I agree with Prolab - Was in your spot about 2 years ago, so the components I used might be outdated by now. I tried the media server route on windows 7, but that meant that the office PC always had to be on with windows media player playing. Other solutions I toyed with included a hard drive connected to the router via USB. I never ventured into PLEX or some of the other streaming software others have used. In my experience, I couldn't get solid performance trying the DLNA route, so I built a dedicated HTPC with a GT440 based video card, small SSD for the OS, the biggest cheapest case I could find to go into the media room in order to house many hard disks, big reliable power supply, 8GB of RAM, and a quad core Phenom AMD processor (cheapest one that would do the job). At the time, XBMC didn't work real well on Linux, so I purchased windows 7 for it.
In the two years or so that we've had it, I haven't tweaked it much in about 18 months outside of windows and virus updates. We use it as a backup device for our other computers and a NAS. Since it's connected directly to our main living room receiver, we use it like any other A/V component. It has a few bugs, but we haven't had any problems that couldn't be fixed with a harmony one programmed macro. My wife doesn't have any issues using it and my two year old knows when we access the screens out of order to get to her favorite movies. It's been awesome to have our DVD's loaded and not have to mess with the discs when we aren't sure what movie to watch.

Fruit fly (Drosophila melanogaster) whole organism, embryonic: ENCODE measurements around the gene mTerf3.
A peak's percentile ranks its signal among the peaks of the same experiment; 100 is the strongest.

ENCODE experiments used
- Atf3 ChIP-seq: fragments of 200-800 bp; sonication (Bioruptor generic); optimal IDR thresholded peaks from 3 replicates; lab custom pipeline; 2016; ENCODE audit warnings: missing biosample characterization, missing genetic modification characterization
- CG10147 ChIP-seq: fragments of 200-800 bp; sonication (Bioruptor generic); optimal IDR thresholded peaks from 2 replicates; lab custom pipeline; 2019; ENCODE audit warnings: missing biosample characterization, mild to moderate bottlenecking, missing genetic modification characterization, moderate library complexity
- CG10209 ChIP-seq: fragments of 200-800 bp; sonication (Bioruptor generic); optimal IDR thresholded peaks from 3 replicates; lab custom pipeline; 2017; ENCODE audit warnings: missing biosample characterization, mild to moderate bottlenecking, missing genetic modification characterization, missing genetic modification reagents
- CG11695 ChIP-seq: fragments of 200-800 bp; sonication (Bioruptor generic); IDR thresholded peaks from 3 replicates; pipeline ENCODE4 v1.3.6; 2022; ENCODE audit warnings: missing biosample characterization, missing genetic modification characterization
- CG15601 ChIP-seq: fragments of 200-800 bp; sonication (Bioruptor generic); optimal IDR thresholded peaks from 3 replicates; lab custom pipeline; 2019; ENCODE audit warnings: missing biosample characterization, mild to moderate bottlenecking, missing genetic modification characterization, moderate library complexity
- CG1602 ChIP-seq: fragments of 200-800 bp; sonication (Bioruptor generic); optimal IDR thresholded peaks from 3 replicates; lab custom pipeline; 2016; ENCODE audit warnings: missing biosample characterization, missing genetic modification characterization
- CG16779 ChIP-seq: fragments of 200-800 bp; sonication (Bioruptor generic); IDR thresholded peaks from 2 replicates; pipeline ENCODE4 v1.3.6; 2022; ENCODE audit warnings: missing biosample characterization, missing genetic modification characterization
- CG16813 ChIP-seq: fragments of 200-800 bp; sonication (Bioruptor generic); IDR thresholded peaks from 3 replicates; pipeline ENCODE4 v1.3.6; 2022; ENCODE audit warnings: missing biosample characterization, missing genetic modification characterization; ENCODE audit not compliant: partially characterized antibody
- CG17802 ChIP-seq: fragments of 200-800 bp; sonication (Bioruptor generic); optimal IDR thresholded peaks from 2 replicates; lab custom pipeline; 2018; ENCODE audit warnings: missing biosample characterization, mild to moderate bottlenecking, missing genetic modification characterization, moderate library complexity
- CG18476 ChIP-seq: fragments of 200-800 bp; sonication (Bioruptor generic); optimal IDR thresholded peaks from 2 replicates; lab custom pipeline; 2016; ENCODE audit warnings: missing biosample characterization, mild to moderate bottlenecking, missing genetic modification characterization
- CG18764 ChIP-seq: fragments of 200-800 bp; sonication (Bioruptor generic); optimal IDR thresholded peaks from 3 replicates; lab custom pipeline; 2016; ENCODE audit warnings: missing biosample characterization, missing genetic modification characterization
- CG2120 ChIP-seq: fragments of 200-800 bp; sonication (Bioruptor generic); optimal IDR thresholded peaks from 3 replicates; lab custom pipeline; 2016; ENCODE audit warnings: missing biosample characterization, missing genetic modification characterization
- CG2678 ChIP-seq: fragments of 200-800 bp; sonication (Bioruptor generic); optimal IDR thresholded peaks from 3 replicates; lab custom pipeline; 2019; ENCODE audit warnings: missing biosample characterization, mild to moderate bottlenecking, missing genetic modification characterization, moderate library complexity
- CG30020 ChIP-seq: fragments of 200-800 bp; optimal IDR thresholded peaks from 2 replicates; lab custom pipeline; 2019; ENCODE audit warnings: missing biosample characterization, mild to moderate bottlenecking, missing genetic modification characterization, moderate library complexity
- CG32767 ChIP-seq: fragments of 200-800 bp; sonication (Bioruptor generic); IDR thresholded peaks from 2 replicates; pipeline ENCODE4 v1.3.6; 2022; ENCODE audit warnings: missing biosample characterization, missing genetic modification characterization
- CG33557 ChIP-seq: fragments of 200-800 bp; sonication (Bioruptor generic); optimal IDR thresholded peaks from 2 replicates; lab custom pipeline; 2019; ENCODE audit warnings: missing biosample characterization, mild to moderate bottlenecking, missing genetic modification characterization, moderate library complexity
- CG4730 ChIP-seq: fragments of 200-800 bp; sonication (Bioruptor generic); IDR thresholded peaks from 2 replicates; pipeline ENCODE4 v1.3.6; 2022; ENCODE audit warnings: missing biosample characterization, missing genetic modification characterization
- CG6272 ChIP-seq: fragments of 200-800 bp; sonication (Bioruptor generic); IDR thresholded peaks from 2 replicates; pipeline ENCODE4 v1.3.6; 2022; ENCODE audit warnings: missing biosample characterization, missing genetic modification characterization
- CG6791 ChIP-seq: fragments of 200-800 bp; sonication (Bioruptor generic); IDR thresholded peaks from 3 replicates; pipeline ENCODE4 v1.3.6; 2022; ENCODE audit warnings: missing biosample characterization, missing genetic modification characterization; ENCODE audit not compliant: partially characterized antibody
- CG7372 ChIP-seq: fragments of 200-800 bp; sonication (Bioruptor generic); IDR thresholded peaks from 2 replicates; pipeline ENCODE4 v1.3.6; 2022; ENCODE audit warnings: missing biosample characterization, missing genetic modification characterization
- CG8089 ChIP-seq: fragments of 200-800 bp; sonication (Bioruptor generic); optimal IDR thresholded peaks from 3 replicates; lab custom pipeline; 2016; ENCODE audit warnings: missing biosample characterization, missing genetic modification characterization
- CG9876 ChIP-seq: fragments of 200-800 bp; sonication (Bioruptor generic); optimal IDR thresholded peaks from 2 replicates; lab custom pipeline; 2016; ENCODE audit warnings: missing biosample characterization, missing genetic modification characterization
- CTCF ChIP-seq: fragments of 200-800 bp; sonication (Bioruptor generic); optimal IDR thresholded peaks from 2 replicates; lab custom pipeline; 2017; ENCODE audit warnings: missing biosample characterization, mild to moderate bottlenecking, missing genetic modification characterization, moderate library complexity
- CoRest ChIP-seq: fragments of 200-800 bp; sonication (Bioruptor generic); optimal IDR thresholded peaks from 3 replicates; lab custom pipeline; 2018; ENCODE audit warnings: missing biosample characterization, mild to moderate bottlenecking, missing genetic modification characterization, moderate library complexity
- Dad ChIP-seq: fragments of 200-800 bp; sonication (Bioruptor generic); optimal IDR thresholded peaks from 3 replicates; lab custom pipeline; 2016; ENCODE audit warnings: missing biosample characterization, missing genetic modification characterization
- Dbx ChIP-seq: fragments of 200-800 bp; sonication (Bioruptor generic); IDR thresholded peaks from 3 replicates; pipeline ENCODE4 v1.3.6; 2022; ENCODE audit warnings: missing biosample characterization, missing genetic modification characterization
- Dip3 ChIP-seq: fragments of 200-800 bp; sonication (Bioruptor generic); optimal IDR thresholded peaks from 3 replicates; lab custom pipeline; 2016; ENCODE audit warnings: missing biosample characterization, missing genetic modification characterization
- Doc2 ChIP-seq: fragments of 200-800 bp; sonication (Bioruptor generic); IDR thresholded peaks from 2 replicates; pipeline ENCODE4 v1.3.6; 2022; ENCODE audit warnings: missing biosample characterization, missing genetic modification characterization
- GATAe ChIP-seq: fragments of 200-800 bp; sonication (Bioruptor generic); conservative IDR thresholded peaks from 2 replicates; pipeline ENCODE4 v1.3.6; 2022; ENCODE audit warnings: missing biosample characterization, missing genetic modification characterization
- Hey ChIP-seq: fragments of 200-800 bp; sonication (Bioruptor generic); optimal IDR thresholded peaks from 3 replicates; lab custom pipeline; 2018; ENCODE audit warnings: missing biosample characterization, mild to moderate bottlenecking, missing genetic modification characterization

I like XMBC as it's free, reliable, and very customizable. We like to play music, watch our DVD collection, and view our pictures through the HTPC. I did play with emulators for a little while using an Xbox 360 controller. Cool stuff.
If you're looking to build a cheap NAS, you might look into FreeNAS
. It based on Linux and works well. We ended up using the HTPC as the NAS at our house, but did play with FreeNAS for a while. You can run it in memory and load FreeNAS onto a 2GB CF card, then use a CF to IDE adapter
to basically replace your hard drive with a CF card. It cuts down on power usage and keeps your NAS lightweight. http://www.freenas.org/
If I was in your shoes, I'd purchase the HTPC hardware, it's the most flexible option. Good luck and keep us posted.